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A couple of years ago we were in San Francisco visiting my stepson, and one night we were walking back from dinner and there was this nice grenadine-ish smell in the air, and I said, “It smells like cherries.” My stepson paused, sniffed, and said, “That’s urinal cakes, Carrie.” (Except he’s very deadpan, so it was more like, “That’s. urinal. cakes.”) Anyway, I was writing well this morning so I was late getting to the woods for a walk. It was already hot out and there were lots of thick gnarly spider webs everywhere with dime-sized spiders in them. None of the guys I passed were wearing shirts. And once in a while when the breeze picked up it smelled a lot like urinal cakes (not unpleasantly!).
Did you know that Head Start was founded back in 1965, with Early Head Start joining the ranks in 1994? Both agencies promote the school readiness of young children from low-income families through agencies in local communities, making Head Start a perfect partner for the ALSC Liaison with National Organizations committee, and libraries in general. Head Start also promotes and enourages the role of parents as their child’s first and most important teacher, just like libraries do.
For the last two summers, I have worked with my local Head Start agency, which has 21 centers in Suffolk County, NY, to help promote the summer reading programs in our local libraries. One easy thing to do? If your library is part of the CSLP, you can share some of the great information on family literacy that promotes parents and summer reading.
Photo rights maintain by the Association for Library Service to Children (ALSC)
On a state level, the NYS Library maintains a website, Summer Reading at New York Libraries that offers tip sheets for parents and caregivers on the importance of reading aloud in multiple languages, and an early literacy manual to download for childcare providers. I made 21 copies of the manual to share with each Head Start center in Suffolk County; encouraging the Head Start staff to share information on local summer reading programs with their families before the end of the school year. I also gave out any early literacy give-away item that I had purchased with our Family Literacy Services grant to both the public libraries and the Head Start sites. And, I have presented twice now at their yearly staff conference on topics such as “how to choose books for babies and toddlers” and “best books for early childhood.” The teachers and classroom aides really appreciated having a librarian come and share books that they can use in their classrooms.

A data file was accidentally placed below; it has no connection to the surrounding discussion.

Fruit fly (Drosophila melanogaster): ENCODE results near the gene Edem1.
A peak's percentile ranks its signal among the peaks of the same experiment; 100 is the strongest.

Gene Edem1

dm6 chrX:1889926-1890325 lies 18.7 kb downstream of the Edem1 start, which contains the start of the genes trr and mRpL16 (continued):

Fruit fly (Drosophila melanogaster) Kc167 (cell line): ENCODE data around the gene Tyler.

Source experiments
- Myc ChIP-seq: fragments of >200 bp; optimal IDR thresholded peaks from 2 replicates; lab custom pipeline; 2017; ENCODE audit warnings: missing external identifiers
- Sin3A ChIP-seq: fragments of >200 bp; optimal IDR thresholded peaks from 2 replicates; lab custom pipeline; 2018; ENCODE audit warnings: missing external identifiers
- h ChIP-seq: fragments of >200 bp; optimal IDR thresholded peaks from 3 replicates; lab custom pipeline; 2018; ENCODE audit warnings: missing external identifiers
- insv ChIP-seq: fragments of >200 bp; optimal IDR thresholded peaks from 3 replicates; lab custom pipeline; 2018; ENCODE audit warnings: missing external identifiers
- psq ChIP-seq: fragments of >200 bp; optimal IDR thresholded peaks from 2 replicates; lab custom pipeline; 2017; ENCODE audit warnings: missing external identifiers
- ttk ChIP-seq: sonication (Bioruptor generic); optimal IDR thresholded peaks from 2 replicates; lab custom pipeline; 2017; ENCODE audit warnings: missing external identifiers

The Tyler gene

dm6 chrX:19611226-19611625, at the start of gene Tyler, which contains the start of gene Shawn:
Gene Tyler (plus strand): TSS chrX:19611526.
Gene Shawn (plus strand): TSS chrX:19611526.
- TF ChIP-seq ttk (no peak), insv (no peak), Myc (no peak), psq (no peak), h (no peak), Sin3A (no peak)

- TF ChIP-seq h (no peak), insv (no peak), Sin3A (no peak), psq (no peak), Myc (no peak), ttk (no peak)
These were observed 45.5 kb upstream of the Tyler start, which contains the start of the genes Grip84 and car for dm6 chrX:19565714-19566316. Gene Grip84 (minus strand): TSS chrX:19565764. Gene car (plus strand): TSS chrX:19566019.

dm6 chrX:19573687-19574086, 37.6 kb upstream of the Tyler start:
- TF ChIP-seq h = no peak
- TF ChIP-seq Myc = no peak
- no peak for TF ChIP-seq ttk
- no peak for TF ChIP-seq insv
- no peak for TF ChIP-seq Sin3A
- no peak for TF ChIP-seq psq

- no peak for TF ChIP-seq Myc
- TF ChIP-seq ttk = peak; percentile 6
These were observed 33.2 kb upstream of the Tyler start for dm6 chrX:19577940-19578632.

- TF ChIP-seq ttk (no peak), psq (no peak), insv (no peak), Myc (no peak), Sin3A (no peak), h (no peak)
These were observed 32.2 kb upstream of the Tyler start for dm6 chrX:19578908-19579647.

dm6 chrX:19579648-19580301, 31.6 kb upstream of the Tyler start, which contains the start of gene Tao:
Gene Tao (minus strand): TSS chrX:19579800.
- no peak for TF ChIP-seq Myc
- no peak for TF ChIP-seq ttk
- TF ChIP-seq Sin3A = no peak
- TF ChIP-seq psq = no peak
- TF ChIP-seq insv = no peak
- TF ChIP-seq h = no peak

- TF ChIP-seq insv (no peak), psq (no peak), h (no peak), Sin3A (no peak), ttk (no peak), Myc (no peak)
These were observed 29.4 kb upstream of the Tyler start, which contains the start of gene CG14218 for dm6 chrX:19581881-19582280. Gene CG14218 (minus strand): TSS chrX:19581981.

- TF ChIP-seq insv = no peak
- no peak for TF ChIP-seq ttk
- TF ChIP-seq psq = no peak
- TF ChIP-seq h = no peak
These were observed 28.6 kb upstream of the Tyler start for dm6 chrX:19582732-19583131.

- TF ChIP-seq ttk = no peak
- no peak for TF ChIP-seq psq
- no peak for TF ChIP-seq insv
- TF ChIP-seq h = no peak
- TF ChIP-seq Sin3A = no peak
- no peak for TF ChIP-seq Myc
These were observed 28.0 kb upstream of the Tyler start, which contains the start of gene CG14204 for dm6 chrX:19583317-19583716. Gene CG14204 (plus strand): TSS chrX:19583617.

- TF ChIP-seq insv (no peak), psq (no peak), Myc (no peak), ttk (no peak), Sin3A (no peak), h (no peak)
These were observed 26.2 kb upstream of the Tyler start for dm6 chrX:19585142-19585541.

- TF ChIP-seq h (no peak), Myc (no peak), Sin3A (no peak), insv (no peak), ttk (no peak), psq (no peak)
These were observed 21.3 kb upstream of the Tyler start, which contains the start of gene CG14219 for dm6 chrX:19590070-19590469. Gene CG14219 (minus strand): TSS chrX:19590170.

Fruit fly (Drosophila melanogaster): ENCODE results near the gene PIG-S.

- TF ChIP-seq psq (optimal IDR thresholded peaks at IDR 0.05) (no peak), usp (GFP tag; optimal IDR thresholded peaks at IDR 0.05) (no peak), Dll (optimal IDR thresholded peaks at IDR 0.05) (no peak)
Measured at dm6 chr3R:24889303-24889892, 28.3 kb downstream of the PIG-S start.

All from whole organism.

A more extensive, and long term partnership has evolved over the last two years with our Head Start agency. They administered an early literacy pre-survey to families last summer for my office (I am the youth services coordinator for the Suffolk Cooperative Library System, with 54 member libraries). We provided the survey in both English and Spanish to over 1600 families, with over 900 being returned. Questions ranged from “I play with my baby or child every day” and “I know where my public library is in town” to “my baby or child participates in the summer reading program at our library.” It is our hope that we can administer a post-survey, asking the same questions, to returning families this September to see if we are creating change in early literacy knowledge and habits. Please feel free to contact me at email@example.com with any questions or comments about our local partnership with Head Start.
So help Head Start celebrate the 20th anniversary of its Early Head Start program this year by picking up the phone and making a call to your local site today. Because it’s never to early to start planning and building a partnership, one book and family at a time.
Lisa G. Kropp is the youth services coordinator of the Suffolk Cooperative Library System and a member of the ALSC Liaison with National Organizations committe and the Managing Children’s Services virtual committee. She also writes the First Steps column at School Library Journal.
Reading Flight School and making penguins with new friends at the Norwich library last weekend. That was fun. Thanks also to the Eric Carle Museum for hosting me at their storytime!
The post Summer Events appeared first on Lita Judge.
By: Miss O,
Parents, get your reader on board with the Great Ivy + Bean Reread Challenge! This year’sInternational Ivy + Bean Day
is on Saturday, October 18th. And boy, have we got some treats (no tricks!) in store for your little reader.
Each week we’ll randomly choose a winner to receive a prize. Weekly prizes might include an Ivy + Bean personalized lunchbox, an Ivy + Bean Button Factory, a set of Ivy + Bean mini-notes, or an Ivy + Bean personalized folder.
How does that sound? Is your little reader ready for the challenge?
On your mark…get set…yow!
Here is a week-by-week breakdown:
Author & Illustrator: Desirae Foston